Cheating claims delay SAT test scores in China, South Korea

File photo: South Korean students prepare to take a standardized college entrance exam in Seoul on November 10, 2011.

Story highlights

  • Chinese and South Korean who took SAT on October 11 will have scores delayed
  • Test administrator ETS suspects cheating may have occurred
  • "Cheating is seen as a fair way to play the game" in China, says educator
  • Last year, SAT had to be canceled in South Korea after cheating suspicions
Thousands of Chinese and South Korean students applying for colleges and universities in the United States face an anxious wait amid claims of widespread cheating during recent SAT tests -- the measure used in the admissions process.
Their scores have been delayed pending an inquiry, despite the deadline for college applications fast approaching.
"Based on specific, reliable information, we have placed the scores of all students who are current residents of (South) Korea or China and sat for the October 11 international administration of the SAT on hold while we conduct an administrative review," Tom Ewing, spokesperson for test assessors the Educational Testing Service (ETS), said in a statement.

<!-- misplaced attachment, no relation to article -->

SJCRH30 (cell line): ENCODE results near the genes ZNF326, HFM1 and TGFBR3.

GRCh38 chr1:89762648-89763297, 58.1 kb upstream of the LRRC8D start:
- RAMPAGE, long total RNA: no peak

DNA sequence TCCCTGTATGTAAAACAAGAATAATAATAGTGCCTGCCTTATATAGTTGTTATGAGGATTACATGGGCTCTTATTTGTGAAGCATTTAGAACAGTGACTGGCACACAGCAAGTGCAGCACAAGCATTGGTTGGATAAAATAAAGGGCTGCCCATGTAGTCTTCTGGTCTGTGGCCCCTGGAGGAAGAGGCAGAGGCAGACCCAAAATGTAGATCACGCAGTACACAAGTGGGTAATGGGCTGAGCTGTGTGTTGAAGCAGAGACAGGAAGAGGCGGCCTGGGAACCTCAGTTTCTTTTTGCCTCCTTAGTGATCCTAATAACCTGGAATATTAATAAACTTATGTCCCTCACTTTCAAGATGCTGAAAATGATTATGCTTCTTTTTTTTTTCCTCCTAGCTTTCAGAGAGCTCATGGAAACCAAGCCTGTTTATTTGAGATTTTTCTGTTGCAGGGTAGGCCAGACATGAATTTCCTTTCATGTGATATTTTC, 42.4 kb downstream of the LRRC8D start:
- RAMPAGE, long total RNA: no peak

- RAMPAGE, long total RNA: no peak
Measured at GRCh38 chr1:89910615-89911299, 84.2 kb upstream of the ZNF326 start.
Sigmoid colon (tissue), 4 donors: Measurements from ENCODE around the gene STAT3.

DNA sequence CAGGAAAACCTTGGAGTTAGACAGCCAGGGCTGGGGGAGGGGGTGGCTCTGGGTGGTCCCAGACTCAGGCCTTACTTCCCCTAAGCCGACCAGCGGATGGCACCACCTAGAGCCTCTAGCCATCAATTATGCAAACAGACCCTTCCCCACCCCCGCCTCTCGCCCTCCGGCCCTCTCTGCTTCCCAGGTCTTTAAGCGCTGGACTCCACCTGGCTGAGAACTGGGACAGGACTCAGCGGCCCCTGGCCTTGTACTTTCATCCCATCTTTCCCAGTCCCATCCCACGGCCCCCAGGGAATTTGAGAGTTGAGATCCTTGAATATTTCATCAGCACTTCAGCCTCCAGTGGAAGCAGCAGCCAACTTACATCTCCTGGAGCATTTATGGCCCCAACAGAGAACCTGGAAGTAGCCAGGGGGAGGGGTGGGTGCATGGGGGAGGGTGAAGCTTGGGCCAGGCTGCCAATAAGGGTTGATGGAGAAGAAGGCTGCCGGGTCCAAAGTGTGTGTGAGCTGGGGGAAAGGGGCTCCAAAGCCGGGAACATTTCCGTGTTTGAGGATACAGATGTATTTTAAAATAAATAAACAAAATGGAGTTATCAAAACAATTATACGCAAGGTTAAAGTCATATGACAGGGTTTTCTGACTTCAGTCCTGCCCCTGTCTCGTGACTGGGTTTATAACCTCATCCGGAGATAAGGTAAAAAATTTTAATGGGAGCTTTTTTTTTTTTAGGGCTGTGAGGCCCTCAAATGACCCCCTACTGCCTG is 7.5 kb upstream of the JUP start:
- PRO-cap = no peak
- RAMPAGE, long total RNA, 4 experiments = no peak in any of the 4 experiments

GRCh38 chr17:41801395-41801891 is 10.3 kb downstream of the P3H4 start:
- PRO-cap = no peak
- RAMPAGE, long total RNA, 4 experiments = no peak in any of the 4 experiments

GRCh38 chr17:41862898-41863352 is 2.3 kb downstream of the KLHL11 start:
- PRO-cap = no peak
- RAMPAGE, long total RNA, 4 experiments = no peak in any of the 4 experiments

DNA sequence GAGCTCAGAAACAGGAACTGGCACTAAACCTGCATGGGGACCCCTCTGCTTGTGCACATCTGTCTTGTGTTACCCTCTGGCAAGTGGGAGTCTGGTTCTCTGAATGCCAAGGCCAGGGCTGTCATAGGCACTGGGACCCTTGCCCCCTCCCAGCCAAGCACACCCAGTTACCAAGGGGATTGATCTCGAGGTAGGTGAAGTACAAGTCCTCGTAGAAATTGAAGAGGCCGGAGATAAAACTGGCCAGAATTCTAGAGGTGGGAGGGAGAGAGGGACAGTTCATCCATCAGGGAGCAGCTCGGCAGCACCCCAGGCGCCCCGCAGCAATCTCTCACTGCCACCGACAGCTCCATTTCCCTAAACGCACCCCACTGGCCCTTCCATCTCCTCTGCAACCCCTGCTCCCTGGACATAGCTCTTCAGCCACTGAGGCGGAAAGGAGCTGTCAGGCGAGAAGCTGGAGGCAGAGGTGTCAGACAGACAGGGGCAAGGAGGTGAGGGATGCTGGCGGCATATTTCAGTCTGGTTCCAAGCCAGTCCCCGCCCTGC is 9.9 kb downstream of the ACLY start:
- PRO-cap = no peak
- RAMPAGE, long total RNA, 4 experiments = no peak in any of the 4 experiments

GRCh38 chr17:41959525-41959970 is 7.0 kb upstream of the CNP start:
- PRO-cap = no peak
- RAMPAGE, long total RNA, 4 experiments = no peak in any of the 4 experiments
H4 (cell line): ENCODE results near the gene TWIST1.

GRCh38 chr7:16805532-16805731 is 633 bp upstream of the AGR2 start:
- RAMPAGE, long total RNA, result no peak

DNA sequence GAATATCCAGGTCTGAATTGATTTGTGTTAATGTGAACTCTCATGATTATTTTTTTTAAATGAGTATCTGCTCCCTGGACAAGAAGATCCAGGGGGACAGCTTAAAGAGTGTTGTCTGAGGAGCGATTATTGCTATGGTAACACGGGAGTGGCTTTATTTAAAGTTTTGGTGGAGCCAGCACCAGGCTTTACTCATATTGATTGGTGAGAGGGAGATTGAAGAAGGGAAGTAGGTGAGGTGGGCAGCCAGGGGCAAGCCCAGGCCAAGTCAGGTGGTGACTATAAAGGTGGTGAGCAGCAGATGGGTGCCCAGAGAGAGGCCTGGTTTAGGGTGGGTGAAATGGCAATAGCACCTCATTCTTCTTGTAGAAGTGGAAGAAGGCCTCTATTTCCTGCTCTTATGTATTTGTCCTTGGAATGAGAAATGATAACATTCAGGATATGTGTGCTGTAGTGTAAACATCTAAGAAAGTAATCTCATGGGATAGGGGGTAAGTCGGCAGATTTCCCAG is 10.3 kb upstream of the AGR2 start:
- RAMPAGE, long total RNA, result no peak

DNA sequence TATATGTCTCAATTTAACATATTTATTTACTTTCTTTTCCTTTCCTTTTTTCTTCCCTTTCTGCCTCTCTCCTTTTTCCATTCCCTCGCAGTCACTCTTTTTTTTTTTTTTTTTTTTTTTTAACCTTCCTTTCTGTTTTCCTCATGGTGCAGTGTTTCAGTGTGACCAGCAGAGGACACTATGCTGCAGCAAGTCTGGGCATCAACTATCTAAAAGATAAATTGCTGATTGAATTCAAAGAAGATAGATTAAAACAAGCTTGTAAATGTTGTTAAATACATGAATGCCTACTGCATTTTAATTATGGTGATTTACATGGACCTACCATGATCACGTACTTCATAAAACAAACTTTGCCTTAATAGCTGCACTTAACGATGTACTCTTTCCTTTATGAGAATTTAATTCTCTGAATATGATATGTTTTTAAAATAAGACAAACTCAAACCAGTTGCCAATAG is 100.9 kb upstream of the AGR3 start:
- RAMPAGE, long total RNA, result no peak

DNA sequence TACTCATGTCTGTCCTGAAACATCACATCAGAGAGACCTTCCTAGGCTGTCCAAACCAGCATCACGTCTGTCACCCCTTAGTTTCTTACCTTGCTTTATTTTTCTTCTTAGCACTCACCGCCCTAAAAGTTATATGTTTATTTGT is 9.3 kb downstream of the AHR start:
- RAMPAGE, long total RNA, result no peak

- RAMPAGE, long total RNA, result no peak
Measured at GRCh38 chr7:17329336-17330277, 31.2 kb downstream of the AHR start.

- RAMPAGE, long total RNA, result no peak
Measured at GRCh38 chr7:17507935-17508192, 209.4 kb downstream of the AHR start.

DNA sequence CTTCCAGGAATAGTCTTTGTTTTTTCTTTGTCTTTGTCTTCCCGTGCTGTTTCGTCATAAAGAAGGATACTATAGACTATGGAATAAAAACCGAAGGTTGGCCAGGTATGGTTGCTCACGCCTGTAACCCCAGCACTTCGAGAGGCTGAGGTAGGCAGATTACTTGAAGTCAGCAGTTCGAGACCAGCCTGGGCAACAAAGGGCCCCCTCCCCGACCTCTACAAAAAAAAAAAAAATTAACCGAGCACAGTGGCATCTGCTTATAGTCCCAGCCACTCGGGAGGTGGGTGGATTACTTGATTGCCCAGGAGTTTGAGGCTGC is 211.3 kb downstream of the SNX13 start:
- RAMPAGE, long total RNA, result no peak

"(We) strongly denounce organizations that seek to illegally obtain test materials for their own profit," added Ewing.
In recent years, China in particular has experienced a surge in the number of students applying to U.S.-based colleges and universities. But fierce competition in China has led to a culture of cheating, according to Beijing-based educational consultant and teacher Jiang Xuequin.
"Chinese people see education as a game to be beaten," he told CNN. "If you can beat it, you're a good player. If you can't beat it, then you're just stupid. Cheating is seen as a fair way to play the game.
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"There's absolutely no sense of shame in cheating... it's been going on for years."
Electronic cheating
Just days ago, 2,440 Chinese students taking a national exam were caught using high-tech cheating gear, from wireless earpieces to "electronic erasers."
But the problem isn't unique to China. South Korea, another country with large numbers of students studying in the United States, has been hit cheating as well, with unscrupulous tactics often blamed on intense cramming schools called "Hakwons."
Last May, College Board, which runs the SAT system, canceled an SAT testing date in South Korea after tutor companies were suspected to have illegally acquired SAT testing materials in advance and told their students what would be on the test.